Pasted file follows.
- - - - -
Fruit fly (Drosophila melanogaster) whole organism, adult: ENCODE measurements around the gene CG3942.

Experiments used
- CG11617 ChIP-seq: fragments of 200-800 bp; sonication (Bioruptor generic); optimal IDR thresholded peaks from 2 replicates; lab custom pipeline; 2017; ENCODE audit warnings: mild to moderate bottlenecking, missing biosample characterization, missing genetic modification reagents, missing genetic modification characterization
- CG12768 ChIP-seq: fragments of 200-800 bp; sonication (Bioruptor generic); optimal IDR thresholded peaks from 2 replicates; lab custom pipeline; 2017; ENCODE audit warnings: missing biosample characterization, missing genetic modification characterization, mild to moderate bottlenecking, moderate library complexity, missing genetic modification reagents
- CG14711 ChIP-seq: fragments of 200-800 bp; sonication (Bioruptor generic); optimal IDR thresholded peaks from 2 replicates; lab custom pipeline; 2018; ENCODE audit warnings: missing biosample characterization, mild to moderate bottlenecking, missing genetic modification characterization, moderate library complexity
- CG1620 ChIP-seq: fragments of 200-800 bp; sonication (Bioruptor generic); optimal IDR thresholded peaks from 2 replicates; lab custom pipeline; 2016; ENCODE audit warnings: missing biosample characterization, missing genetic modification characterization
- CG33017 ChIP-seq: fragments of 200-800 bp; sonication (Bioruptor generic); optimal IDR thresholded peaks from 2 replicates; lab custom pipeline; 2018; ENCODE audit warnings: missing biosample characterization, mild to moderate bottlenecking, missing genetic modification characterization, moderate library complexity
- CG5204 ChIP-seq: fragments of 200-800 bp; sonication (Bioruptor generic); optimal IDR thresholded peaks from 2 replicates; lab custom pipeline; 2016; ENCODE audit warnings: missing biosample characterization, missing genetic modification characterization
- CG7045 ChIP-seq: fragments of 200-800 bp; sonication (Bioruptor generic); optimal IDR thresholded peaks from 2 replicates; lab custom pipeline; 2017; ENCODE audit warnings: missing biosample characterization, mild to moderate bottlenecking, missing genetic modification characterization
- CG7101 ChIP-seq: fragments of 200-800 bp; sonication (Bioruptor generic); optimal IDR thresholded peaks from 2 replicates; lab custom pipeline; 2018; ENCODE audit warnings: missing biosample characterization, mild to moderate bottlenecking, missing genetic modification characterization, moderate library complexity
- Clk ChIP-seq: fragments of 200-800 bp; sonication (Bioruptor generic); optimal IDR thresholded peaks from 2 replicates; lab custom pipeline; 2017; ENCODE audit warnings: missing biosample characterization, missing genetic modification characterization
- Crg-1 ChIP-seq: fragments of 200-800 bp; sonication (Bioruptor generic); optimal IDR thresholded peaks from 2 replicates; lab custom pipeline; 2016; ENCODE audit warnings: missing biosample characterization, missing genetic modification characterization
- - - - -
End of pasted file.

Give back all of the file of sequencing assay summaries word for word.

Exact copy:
Fruit fly (Drosophila melanogaster) whole organism, adult: ENCODE measurements around the gene CG3942.

Experiments used
- CG11617 ChIP-seq: fragments of 200-800 bp; sonication (Bioruptor generic); optimal IDR thresholded peaks from 2 replicates; lab custom pipeline; 2017; ENCODE audit warnings: mild to moderate bottlenecking, missing biosample characterization, missing genetic modification reagents, missing genetic modification characterization
- CG12768 ChIP-seq: fragments of 200-800 bp; sonication (Bioruptor generic); optimal IDR thresholded peaks from 2 replicates; lab custom pipeline; 2017; ENCODE audit warnings: missing biosample characterization, missing genetic modification characterization, mild to moderate bottlenecking, moderate library complexity, missing genetic modification reagents
- CG14711 ChIP-seq: fragments of 200-800 bp; sonication (Bioruptor generic); optimal IDR thresholded peaks from 2 replicates; lab custom pipeline; 2018; ENCODE audit warnings: missing biosample characterization, mild to moderate bottlenecking, missing genetic modification characterization, moderate library complexity
- CG1620 ChIP-seq: fragments of 200-800 bp; sonication (Bioruptor generic); optimal IDR thresholded peaks from 2 replicates; lab custom pipeline; 2016; ENCODE audit warnings: missing biosample characterization, missing genetic modification characterization
- CG33017 ChIP-seq: fragments of 200-800 bp; sonication (Bioruptor generic); optimal IDR thresholded peaks from 2 replicates; lab custom pipeline; 2018; ENCODE audit warnings: missing biosample characterization, mild to moderate bottlenecking, missing genetic modification characterization, moderate library complexity
- CG5204 ChIP-seq: fragments of 200-800 bp; sonication (Bioruptor generic); optimal IDR thresholded peaks from 2 replicates; lab custom pipeline; 2016; ENCODE audit warnings: missing biosample characterization, missing genetic modification characterization
- CG7045 ChIP-seq: fragments of 200-800 bp; sonication (Bioruptor generic); optimal IDR thresholded peaks from 2 replicates; lab custom pipeline; 2017; ENCODE audit warnings: missing biosample characterization, mild to moderate bottlenecking, missing genetic modification characterization
- CG7101 ChIP-seq: fragments of 200-800 bp; sonication (Bioruptor generic); optimal IDR thresholded peaks from 2 replicates; lab custom pipeline; 2018; ENCODE audit warnings: missing biosample characterization, mild to moderate bottlenecking, missing genetic modification characterization, moderate library complexity
- Clk ChIP-seq: fragments of 200-800 bp; sonication (Bioruptor generic); optimal IDR thresholded peaks from 2 replicates; lab custom pipeline; 2017; ENCODE audit warnings: missing biosample characterization, missing genetic modification characterization
- Crg-1 ChIP-seq: fragments of 200-800 bp; sonication (Bioruptor generic); optimal IDR thresholded peaks from 2 replicates; lab custom pipeline; 2016; ENCODE audit warnings: missing biosample characterization, missing genetic modification characterization